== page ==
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Cuddle time

There is so much more to the simple hug than you might think. KELLY EDEN explains the importance of skin-to-skin contact with your little one.

The importance of hugs
One of the most important gifts you can give your child to help them grow, learn and thrive socially as well as emotionally, is a hug.

People need physical touch. In society, we have become very conscious of child protection issues, we have forgotten how essential appropriate, loving touch is for our children. For our kids to grow up happy and healthy, we need to ensure we are giving them plenty of cuddles!

Hugs help you grow
The first time you hold your baby will probably be skin-to-skin – your tiny fresh newborn snuggled up against your chest. Hospitals started encouraging this when research revealed the power of this close contact which actually helps to regulate your newborn’s breathing and heart rate, calms them, and helps with bonding, growth, and feeding. This is true for both mums and dads giving their baby skin-to-skin time.

Baby carrying and co-sleeping are other ways to get in extra cuddle times. Try stripping your baby down to their nappy and snuggling them against your bare chest under a blanket or warm top, making sure they can breathe clearly. Don’t fall asleep with bub on your chest though. (Read up on safe ways to co-sleep beforehand.) With baby carrying, it’s best for both you and bub to use an ergonomically designed carrier or wrap: one that spreads babies weight across their legs and also supports your back.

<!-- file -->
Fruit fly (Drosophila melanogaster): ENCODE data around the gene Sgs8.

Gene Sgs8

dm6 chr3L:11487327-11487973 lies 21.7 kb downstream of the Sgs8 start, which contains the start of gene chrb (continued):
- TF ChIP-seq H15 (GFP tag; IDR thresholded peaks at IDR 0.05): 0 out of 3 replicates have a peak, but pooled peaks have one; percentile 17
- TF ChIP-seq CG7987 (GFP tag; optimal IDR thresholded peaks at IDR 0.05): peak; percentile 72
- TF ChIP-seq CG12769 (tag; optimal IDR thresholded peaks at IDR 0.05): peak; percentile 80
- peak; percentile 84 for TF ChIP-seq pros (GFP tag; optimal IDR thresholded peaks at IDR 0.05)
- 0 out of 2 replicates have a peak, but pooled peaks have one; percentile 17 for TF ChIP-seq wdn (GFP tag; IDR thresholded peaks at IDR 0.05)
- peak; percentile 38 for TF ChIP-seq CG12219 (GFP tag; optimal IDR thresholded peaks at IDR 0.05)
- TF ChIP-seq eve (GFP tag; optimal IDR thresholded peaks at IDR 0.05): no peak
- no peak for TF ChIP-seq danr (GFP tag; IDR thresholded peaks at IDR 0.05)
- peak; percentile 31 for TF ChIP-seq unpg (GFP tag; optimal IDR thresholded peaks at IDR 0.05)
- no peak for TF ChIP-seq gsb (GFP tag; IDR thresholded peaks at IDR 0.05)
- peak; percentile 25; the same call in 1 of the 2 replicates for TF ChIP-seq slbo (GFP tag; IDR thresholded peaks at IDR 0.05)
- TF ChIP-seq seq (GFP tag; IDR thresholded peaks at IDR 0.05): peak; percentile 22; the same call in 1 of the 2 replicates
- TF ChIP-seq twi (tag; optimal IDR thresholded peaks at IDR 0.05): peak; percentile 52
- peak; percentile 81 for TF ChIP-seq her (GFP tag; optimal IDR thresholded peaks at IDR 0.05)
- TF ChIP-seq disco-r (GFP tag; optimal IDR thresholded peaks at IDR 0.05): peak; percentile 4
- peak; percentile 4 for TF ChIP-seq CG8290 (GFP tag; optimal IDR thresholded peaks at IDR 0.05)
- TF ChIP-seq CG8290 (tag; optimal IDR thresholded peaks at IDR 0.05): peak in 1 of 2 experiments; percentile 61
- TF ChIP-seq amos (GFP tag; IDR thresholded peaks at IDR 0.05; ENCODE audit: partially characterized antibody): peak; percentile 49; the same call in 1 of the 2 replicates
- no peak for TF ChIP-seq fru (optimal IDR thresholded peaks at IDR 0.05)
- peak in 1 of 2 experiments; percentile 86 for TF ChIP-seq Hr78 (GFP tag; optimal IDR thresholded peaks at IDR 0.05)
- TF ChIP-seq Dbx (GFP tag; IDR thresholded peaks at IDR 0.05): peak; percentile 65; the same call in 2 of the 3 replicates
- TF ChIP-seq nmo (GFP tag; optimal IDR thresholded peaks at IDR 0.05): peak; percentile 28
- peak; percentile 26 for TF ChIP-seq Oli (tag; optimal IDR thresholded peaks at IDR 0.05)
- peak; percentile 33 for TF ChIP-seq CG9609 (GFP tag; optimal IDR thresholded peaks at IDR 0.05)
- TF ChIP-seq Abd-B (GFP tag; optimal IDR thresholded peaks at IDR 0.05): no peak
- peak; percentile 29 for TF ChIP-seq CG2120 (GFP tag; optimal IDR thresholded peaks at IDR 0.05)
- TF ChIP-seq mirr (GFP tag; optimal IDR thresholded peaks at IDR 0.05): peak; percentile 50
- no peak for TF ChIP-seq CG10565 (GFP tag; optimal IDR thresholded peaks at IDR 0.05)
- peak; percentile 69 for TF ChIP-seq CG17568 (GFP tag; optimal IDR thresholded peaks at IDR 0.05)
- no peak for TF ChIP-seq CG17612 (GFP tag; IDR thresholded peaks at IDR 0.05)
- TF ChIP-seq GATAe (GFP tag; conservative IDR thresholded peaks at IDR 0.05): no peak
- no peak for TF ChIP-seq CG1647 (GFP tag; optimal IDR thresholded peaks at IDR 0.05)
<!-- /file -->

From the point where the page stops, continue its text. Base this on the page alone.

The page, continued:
Cuddles make relationships stronger
Physical touch is one of the five ‘Love Languages’ according to Dr Gary Chapman. These are ways that people feel and express love. When you hold your child, stroke their hair, or pat their back they feel loved. Your baby’s understanding of the world comes mostly from touch. It’s how they feel safe, comforted, loved and how they express love.

Touch is also crucial for social and behavioural development. Through loving touch, children make strong, positive attachments. In fact, not getting enough touch puts kids at high risk for social, behavioural, and emotional problems. Building a strong sense of attachment, love, and connection to you through touch will give your child the healthy base they need for future friendships and relationships. 

A loving squeeze calms a tantrum
Infants are not only learning how to eat, move, and talk but are also learning how to manage their own emotions and self-regulate. Hugging and rocking your crying child helps them to learn to calm and comfort themselves. When young babies and children (or even older children with special needs) are having trouble calming down, try wrapping a blanket around them and giving them a firm, loving hug from behind. Being held in a warm, tight embrace like this has been shown to be incredibly calming for some children.

Whether it’s a full hug, a kiss on the check, or sitting arm-to-arm watching a movie, giving your kids as much loving touch as you can is incredibly beneficial for both them and you!

Kelly learnt about the importance of touch and skin-to-skin when her first child was born two months prematurely. She is a teacher, writer, blogger, and single mum to two wonderful young daughters who certainly love lots and lots of cuddles!

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